Anyway, sorry again for the unloading my angst in your general direction, particularly since I really liked this post.

  6. YogaforCynics, No problem. I’m glad I asked. We love your rants. Don’t filter them too much!

    As for the ancient Yoga texts, the right translation and modern commentary are essential to avoiding the “dogmatic religious language”. See my recommendations at RECOMMENDED READING

    It’s also critical to develop the skill I’ll call “instant metaphorization” of the text. (Knowing you, you probably get that without further explanation.)

  7. I actually have read Desikachar’s, which I found a lot more palatable than Swami Satchidinanda’s…though I didn’t exactly swoom over it…will have to look at it again to say anything more than that…and haven’t read the Gita in quite some time (though I did enjoy Ram Dass’s book…which kind of offered a whole potpourri of interpretations all at once, ranging from stuff that really resonated with me to the most utterly out-to-lunch and/or fundamentalist…whatever…honestly, if he’d been sitting next to me, I’d’ve been tempted to smack him upside the head when he repeated the old canard (and calling card of every corrupt abusive guru, bishop ,or cult leader) that, once someone’s reached enlightenment, he can do whatever he wants…).

  8. Oh, and yeah, I get what you mean by “instant metaphorization”…though there are certain metaphors (particularly the big one: “God”) I have mountains of troubles with…

  9. YfC, I particularly recommend the Eknath Easwaran Upanishads for you. He was a Professor of English and Comparative Literature in India before coming to the U.S.

  10. Oh yeah, I have this cheap mass market paperback of the Upanishads that was published in the 70’s …which has parts that I find kinda trippy, and some great lines like “what is within is also without and what is without is also within”…but, overall, I find it hard to get anything out of it but that old time religion…so, will certainly check out the Easwaran one…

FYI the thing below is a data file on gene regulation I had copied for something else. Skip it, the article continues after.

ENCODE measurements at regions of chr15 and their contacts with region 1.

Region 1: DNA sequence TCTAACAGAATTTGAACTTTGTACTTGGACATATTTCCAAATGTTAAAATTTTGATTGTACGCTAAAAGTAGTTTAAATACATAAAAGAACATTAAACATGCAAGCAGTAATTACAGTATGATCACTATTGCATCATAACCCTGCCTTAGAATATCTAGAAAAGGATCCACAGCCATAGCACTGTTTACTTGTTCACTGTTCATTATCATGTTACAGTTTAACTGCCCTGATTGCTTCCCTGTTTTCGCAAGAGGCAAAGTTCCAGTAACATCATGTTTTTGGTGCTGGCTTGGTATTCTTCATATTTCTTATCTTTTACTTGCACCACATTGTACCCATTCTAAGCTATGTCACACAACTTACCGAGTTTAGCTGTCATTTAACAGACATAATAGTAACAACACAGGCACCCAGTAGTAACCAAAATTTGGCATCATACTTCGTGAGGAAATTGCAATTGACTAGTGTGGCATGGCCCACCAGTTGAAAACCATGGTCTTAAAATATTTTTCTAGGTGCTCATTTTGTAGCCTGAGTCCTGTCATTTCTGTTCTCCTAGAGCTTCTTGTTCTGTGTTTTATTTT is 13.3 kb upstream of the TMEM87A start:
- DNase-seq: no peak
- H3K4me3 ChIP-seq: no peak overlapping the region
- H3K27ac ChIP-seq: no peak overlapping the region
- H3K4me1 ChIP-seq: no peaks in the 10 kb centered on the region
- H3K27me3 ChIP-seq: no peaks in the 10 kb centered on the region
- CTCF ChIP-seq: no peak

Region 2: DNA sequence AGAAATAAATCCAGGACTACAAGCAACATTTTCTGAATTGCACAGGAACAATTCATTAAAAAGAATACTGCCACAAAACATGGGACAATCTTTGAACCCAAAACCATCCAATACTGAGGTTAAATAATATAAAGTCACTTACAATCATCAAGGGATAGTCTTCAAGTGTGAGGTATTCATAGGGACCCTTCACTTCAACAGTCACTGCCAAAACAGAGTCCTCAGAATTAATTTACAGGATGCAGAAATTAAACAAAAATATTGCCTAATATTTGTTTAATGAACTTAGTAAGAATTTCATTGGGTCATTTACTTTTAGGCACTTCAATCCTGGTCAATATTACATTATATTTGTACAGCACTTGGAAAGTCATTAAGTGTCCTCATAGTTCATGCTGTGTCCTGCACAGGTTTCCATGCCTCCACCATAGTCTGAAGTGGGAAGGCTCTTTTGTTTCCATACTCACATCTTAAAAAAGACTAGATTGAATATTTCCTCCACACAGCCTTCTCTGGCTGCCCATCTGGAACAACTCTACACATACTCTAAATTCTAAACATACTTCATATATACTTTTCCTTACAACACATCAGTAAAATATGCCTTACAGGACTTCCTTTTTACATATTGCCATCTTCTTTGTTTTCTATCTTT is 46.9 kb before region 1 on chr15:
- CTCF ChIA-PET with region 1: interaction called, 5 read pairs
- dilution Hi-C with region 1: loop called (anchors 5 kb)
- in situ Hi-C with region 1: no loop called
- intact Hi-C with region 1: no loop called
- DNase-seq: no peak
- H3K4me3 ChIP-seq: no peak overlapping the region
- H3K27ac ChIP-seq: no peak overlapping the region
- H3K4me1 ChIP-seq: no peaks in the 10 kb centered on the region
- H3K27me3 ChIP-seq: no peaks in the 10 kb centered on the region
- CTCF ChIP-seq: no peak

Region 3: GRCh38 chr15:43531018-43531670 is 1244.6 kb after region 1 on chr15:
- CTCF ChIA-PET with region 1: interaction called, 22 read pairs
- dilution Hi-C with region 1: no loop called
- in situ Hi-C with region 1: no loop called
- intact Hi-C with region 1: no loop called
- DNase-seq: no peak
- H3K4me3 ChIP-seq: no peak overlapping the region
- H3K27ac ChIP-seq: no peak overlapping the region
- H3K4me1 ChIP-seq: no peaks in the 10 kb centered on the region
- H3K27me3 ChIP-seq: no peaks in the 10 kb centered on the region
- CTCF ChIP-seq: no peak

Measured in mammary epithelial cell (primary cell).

11. I’m trying to find the source, but I read somewhere that Einstein was actually very much a yogi. He hung out with some serious yoga headz back in the day and studied quite a lot of yoga philosophy…

  12. OH is that fascinating, Tobye. Please let me know what you learn. I’ve got the Issaacson biography, but haven’t started it yet.

  13. He and zillions of others, musicians, poets, scientists, authors might very well be re-incarnations of the rishis of the days when the veda’s, upanishads, the ancient knwoledge of the has been laid down.

    I am a fan of theidea of the “Akasha-Library”!

    It’s all there, alasy has and always will, tune on, tune in!

  14. Hi Bob,
    I am three weeks into an 8 month yoga teacher training program and would like to research further into Einstein’s philosophical views and how they parallel yogic yiews. I’m an engineer and have used my practice during work to find focus to solve difficult problems so I believe I will find Einstein’s ‘practice’ to be very useful. Can you recommend some good reading on this particular subject?

  15. Hi, Noah. Thanks for writing. I think you would love Issacson’s biography , especially the chapter “Einstein’s God”

    Plus this is perfect:

    Let me know what you think.


  16. Bob,
    Thank you for the recommendations. I am ordering the book and will surely share my thoughts with you for some good dialogue. The public radio link is great!
    Thanks again,

  17. I have read the books – WORLDS GREATEST MYSTICS & PSYCHICS, THE THIRD EYE, AUTOBIOGRAPHY OF A YOGI, BAGHAVAD GITA and a host of mystical experience arousing articles like Dr. Albert Hoffman’s bicycle ride experience on LSD, the amerindians shamans’ PSYLOCYBIN MUSHROOMS and concluded none of you is wrong. I’m a light weight engineer, scientist, mathematician and intellectual.

  18. I have read the books – WORLD’S GREATEST MYSTICS AND PSYCHICS, THE THIRD EYE, AUTOBIOGRAPHY OF A YOGI, BHAGAVAD GITA and a host of mystical experience articles on out body experience, near death experience, Dr. Albert Hofmann Bicycle ride experience on LSD, the Amerindian shamaman’s Psilocyiobin mushroom etc et al and conluded there is something worthwile which official dogmatic religions do not shed light upon. For example in christianity no pastors, bishops, priests even the papacy explains philosophical and scientific underlaying and profound scriptural verses other than urging one to follow in order to be acceptable in heaven taking the flock for kindergaten like minded kids. I’m interested in this thread as a religious light weight scientist, engineer, mathematician and an intellectual in part of the world that seem not to be in the rarder concerning hard religiophilosophical and scientific interests of the universe.